Kids with autism spectrum disorders get an awful lot of therapy.
Depending upon their parents’ philosophies and income, their school districts’ budgets and their location, they may be receiving ABA, Floortime, RDI, physical therapy, occupational therapy, speech therapy, social skills therapy, play therapy, behavior therapy, biomedical therapy, hearing therapy, vision therapy… And that’s just the tip of the iceberg.
All of this therapy is in support of a single goal. In the long run, we hope, kids with autism will grow up to be adults who enjoy their lives and achieve to their fullest potential. In an ideal world, we hope they’ll learn to navigate interpersonal relationships, build friendships or even romances, work in a job of their choosing, and operate as independently as a typically developing child.
The truth is, though, that neither school nor a therapist’s office is an ideal setting for meeting new people, exercising new skills, finding shared interests, or just having fun in the world. Yes, some therapists are now beginning to offer sessions in “naturalistic settings,” but even the more “naturalistic setting” has its limits when the experience is set up as a form of therapy.
Ideally, then, kids with autism really do need to get out, explore, and become engaged in the community.
Of course, this is – in many cases – more easily said than done. How do you decide where to take your child with autism so that his or her experience is positive? How do you ensure that the community organization is prepared for your child, and vice versa?
While anxieties are not only common but are also perfectly reasonable, it is possible to make smart choices for your child, your community, and yourself.
Where to start? For your own sanity and your child’s comfort, it’s important to start where your child is most comfortable and competent – and where you feel accepted and supported. Equally important, your starting place should offer opportunities that interest your child. Some possibilities include –
- A special-needs program where you are confident that your child will be understood and valued. Possibilities include special needs sports (Challenger Sports Clubs, Special Olympics, etc.)
- An organization where you as a parent have a strong connection. Possibilities include community organizations like the YMCA, your house of worship, a local recreation program, or a nearby swim club.
- A program that builds on your child’s existing strengths. If he’s already a top notch bowler, a bowling league may be a good choice. If he’s a master lego builder, you might look into a lego club. By building on your child’s existing strengths, you provide your child with a stepping stone to success, while also making it easier for your child to focus on building social skills and connecting with others in the group.
Your choice of starting place will, of course, depend upon many factors. Wherever you decide to step out, though, it will be important to share information about your child with the community leader, and to share information about the new venue and activity with your child. A few tips for preparation:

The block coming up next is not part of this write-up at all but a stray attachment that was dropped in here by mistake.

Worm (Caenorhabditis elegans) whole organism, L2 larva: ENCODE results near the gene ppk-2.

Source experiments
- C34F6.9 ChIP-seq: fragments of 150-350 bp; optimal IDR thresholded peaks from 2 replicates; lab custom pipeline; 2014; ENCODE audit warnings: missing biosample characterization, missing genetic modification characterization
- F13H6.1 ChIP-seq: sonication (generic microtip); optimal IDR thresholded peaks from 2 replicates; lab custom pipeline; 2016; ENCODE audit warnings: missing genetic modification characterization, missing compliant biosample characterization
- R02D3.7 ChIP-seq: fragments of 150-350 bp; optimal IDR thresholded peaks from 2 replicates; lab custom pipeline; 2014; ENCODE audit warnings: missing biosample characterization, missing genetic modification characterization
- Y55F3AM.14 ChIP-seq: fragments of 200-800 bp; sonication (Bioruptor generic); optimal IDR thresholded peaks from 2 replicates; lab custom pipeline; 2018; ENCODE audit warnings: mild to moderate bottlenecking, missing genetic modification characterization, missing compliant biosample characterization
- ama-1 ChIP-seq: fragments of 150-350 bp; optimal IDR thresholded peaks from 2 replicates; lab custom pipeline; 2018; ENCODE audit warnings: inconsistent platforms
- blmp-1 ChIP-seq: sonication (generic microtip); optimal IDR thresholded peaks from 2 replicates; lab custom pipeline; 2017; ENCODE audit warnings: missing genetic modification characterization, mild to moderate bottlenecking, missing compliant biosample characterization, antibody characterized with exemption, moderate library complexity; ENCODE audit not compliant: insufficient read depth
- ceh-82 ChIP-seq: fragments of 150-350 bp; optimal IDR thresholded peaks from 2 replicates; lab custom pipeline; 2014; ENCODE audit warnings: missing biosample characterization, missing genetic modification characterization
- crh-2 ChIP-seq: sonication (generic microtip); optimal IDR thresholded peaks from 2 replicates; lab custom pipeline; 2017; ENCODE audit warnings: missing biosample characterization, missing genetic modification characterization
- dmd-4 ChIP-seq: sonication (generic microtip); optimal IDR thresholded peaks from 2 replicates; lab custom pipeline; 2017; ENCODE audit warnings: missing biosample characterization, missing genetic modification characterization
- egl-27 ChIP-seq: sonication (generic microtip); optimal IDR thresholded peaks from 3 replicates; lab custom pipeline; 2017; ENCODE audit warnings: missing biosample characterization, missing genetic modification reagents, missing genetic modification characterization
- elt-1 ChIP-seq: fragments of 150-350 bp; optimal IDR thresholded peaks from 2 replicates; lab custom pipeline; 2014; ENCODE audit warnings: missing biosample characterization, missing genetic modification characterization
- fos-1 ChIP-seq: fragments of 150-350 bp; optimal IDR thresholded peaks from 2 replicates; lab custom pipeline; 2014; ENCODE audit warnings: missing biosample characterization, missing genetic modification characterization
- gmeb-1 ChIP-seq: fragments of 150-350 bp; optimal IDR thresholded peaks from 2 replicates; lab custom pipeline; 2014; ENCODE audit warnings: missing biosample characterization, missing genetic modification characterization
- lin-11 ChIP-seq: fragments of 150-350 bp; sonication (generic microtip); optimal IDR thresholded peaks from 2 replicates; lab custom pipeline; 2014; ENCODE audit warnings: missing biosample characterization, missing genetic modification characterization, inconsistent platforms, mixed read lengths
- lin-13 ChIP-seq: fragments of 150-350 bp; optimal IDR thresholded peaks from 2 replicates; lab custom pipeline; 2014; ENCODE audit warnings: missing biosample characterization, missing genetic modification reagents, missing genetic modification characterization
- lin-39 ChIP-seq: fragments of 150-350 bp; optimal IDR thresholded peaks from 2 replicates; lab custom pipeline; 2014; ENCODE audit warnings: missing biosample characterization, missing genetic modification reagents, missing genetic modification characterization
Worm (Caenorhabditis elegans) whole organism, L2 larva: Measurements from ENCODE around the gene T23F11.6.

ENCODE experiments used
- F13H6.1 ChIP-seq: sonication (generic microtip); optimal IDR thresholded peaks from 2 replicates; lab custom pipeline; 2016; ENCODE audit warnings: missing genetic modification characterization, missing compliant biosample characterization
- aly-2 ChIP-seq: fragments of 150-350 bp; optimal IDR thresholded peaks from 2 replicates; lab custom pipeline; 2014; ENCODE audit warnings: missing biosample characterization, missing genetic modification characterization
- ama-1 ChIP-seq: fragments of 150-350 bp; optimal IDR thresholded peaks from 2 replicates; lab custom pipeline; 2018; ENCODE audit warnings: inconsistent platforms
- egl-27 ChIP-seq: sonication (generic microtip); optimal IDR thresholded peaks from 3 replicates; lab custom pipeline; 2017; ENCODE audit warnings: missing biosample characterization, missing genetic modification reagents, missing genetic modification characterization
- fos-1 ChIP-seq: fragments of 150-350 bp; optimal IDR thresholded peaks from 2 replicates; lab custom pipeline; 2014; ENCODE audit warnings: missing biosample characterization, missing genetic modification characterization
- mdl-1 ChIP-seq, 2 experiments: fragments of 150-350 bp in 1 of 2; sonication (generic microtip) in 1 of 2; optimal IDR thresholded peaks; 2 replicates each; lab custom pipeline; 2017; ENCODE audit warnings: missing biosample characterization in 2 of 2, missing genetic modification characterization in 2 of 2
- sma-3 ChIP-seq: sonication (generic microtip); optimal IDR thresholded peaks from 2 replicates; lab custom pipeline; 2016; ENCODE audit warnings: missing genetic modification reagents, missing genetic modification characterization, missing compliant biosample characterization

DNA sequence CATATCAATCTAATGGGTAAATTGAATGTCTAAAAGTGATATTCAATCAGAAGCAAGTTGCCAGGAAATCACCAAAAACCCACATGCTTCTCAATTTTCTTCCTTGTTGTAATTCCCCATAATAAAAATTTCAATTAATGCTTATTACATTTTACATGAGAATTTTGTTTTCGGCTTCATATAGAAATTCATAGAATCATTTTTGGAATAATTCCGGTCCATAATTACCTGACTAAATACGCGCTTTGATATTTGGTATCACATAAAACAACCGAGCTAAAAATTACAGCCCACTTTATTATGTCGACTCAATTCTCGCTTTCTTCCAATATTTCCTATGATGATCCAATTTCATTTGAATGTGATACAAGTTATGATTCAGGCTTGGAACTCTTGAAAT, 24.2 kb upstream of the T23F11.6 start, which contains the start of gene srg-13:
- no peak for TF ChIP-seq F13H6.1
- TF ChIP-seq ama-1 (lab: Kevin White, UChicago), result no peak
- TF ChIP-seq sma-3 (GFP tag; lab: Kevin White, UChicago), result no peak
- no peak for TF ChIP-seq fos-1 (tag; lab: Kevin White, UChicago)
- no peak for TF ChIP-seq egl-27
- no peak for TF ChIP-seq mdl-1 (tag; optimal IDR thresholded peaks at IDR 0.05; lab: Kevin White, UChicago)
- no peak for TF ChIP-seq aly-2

- Sit down and talk with the community leader who will be working with your child. Talk first about your child’s strengths (“he’s already a terrific dancer, and he can follow your lead”) and THEN describe his special needs (“but he may have a tough time if you use spoken language to describe dance steps”).
- Suggest simple ways to support your child (“if you could demonstrate the steps rather than describing them, it would help a lot”) and make yourself available as a resource as necessary. You may even want to stick around for the first few sessions (though it’s often best to stay out of your child’s line of sight!).
- Prepare your child as thoroughly as you can. You might want to create a set of images or a video to acquaint your child with what to expect. A social story can help with allaying anxieties about how to manage a new situation. If you can, take your child to watch the activity in progress and meet the folks involved before getting started.
- You might want to introduce your child and his/her special needs to the children involved with the activity – and if so, this is something to discuss with the community leader. This is not always necessary or helpful, though, and only you know whether “outing” your child’s autism will be a plus or a minus.
While getting out and exploring with your child is important to your child, it may be even more important to you. Parents with autism tend to be isolated, and isolation can lead to frustration, loneliness, and even depression. As you start to think about getting out and about, be sure to check in with yourself to be sure you’re feeling positive about your upcoming experience. If you can, try to choose outings that have the potential to involve you, as well as your child. Who knows? Your child’s involvement in a sport, club or community program may be a ticket for you to discover new friends, activities and support for yourself!
Lisa Jo Rudy is a professional writer, researcher and consultant, and the mother of a 13-year-old boy with an autism spectrum disorder. Lisa has more than twenty years of experience in developing hands-on exhibits, interactive games, books and activities for kids with every learning style. Since 2006, she has been the ‘About.com Guide to Autism‘. Lisa’s website can be found at www.lisarudy.com.
Copyright © Jessica Kingsley Publishers 2010.